Returns:

  • var (variances (inverse square roots of MCM matrix))

  • MCMs (scaled MCM (such that diagonals are 1.0))

>>> # import pygimli as pg
>>> # import matplotlib.pyplot as plt
>>> # from matplotlib.cm import bwr
>>> # INV = pg.Inversion(data, f)
>>> # par = INV.run()
>>> # var, MCM = modCovar(INV)
>>> # i = plt.imshow(MCM, interpolation='nearest',
>>> #                 cmap=bwr, vmin=-1, vmax=1)
>>> # plt.colorbar(i)
pygimli.utils.nanrms(v, axis=None)[source]#

Compute the root mean square excluding nan values.

pygimli.utils.niceLogspace(vMin, vMax, nDec=10)[source]#

Nice logarithmic space from decade < vMin to decade > vMax.

Parameters:
  • vMin (float) – lower limit need to be > 0

  • vMax (float) – upper limit need to be >= vMin

  • nDec (int) – Amount of logarithmic equidistant steps for one decade

Examples

>>> from pygimli.utils import niceLogspace
>>> v1 = niceLogspace(vMin=0.1, vMax=0.1, nDec=1)
>>> print(v1)
[0.1 1. ]
>>> v1 = niceLogspace(vMin=0.09, vMax=0.11, nDec=1)
>>> print(v1)
[0.01 0.1  1.  ]
>>> v1 = niceLogspace(vMin=0.09, vMax=0.11, nDec=10)
>>> print(len(v1))
21
>>> print(v1)
[0.01       0.01258925 0.01584893 0.01995262 0.02511886 0.03162278
 0.03981072 0.05011872 0.06309573 0.07943282 0.1        0.12589254
 0.15848932 0.19952623 0.25118864 0.31622777 0.39810717 0.50118723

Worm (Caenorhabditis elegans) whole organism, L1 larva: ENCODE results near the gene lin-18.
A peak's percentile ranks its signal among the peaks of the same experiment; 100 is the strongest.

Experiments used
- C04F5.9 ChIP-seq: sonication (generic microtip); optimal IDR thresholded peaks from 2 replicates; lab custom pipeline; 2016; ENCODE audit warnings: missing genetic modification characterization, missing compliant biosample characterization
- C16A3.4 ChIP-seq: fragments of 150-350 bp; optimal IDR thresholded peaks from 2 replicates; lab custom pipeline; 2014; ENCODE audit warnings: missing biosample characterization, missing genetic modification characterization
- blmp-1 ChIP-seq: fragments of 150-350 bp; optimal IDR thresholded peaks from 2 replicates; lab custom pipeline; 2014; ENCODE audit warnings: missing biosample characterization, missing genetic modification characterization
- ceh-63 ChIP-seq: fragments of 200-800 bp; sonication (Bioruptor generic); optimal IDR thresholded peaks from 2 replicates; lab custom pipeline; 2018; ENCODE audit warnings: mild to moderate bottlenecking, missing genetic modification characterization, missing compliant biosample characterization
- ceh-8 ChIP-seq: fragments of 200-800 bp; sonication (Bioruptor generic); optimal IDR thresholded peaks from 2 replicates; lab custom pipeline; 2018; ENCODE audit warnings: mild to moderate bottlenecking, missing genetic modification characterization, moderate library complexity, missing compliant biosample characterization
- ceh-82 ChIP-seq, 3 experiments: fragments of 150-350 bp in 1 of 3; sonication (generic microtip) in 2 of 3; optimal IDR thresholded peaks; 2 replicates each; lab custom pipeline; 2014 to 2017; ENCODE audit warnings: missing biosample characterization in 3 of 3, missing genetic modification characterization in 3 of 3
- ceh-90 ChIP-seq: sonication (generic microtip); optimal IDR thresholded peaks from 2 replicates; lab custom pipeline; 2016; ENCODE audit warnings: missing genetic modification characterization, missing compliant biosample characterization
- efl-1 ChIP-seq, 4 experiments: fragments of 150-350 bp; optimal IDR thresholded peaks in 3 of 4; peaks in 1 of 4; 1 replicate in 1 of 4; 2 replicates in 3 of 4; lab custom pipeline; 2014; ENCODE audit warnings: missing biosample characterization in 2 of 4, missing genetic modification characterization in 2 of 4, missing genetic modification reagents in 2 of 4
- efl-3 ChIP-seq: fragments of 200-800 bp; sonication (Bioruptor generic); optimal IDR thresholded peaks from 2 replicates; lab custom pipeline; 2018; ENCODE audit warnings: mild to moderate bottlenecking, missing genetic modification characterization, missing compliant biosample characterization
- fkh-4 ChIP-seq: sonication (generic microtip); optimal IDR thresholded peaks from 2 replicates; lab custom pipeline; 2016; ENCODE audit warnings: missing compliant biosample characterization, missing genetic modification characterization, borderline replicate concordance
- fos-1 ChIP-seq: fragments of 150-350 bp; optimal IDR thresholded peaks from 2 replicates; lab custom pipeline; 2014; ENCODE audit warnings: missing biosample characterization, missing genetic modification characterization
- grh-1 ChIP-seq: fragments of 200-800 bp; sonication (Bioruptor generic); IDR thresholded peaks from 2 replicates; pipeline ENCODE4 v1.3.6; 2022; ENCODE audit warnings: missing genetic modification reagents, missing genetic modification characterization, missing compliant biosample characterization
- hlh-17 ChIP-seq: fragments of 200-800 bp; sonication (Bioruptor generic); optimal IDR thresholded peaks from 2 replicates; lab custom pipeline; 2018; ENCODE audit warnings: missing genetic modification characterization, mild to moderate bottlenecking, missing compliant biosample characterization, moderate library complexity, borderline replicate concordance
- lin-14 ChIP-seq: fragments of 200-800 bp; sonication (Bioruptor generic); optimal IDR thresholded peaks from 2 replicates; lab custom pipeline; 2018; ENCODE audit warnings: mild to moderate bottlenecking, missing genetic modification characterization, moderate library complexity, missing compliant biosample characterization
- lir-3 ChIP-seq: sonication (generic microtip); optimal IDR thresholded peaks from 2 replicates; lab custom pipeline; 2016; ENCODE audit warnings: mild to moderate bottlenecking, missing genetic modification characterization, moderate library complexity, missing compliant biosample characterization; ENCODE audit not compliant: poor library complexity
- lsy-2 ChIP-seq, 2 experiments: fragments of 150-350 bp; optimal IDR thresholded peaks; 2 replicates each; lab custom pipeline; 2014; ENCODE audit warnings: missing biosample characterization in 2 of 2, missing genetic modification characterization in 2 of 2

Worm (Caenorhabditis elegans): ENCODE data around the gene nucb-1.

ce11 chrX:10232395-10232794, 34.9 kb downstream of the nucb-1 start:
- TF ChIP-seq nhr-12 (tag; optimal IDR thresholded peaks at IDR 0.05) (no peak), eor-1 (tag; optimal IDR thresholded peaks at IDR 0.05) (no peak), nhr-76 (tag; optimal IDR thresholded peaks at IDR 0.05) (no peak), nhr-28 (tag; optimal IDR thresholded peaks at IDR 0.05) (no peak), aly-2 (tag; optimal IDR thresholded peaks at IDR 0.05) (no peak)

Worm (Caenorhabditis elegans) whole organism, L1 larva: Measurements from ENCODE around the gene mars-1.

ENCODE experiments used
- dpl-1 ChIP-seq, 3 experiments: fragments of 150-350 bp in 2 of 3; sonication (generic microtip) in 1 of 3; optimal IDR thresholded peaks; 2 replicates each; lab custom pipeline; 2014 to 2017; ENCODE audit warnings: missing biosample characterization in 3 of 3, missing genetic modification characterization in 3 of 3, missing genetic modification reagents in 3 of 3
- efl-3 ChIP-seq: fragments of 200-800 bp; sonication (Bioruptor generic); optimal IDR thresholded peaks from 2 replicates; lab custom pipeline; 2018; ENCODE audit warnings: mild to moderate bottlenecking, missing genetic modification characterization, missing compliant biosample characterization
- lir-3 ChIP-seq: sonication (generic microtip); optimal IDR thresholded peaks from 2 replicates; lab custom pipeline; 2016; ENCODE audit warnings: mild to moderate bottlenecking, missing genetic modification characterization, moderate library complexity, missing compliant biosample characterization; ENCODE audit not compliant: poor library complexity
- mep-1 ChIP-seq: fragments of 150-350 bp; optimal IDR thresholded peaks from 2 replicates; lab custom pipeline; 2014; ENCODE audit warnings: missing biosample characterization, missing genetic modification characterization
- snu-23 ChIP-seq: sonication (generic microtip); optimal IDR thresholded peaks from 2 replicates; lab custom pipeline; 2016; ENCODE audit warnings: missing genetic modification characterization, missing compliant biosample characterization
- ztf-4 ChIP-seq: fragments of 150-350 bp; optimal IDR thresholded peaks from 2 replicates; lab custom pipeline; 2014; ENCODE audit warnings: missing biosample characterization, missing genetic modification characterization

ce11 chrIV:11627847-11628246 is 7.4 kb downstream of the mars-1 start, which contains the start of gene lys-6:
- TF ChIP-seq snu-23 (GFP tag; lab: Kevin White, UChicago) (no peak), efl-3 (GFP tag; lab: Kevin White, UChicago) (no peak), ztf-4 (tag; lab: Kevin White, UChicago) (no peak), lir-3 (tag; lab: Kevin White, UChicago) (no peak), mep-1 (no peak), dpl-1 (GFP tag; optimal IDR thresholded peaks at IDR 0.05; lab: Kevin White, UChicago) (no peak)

0.63095734 0.79432823 1.        ]
pygimli.utils.noCache(c)[source]#
pygimli.utils.num2str(a, fmtstr='%g')[source]#

List of strings (deprecated, for backward-compatibility).

pygimli.utils.numpy2gmat(nmat)[source]#

Convert numpy.array into pygimli RMatrix.

TODO implement correct rval

pygimli.utils.prettify(value, roundValue=False)[source]#

Return prettified string for value .. if possible.

pygimli.utils.prettyFloat(value, roundValue=None)[source]#

Return prettified string for a float value.

pygimli.utils.prettyTime(t)[source]#

Return prettified time in seconds as string. No months, no leap year.

Parameters:

t (float) – Time in seconds, should be > 0

Examples

>>> from pygimli.utils import prettyTime
>>> print(prettyTime(1))
1 s
>>> print(prettyTime(3600*24))
1 day
>>> print(prettyTime(2*3600*24))
2 days
>>> print(prettyTime(365*3600*24))
1 year
>>> print(prettyTime(3600))
1 hour
>>> print(prettyTime(2*3600))
2 hours
>>> print(prettyTime(3660))
1h1m
>>> print(prettyTime(1e-3))
1 ms
>>> print(prettyTime(1e-6))
1 µs
>>> print(prettyTime(1e-9))
1 ns
pygimli.utils.rand(n, minVal=0.0, maxVal=1.0, seed=None)[source]#

Create RVector of length n with normally distributed random numbers.

pygimli.utils.randn(n, seed=None)[source]#

Create n normally distributed random numbers with optional seed.

Parameters:
  • n (long) – length of random numbers array.

  • seed (int[None]) – Optional seed for random number generator

Returns:

r – Random numbers.

Return type:

np.array

Examples

>>> import numpy as np
>>> from pygimli.utils import randn
>>> a = randn(5, seed=1337)
>>> b = randn(5)
>>> c = randn(5, seed=1337)
>>> print(np.array_equal(a, b))
False
>>> print(np.array_equal(a, c))
True
pygimli.utils.readGPX(fileName)[source]#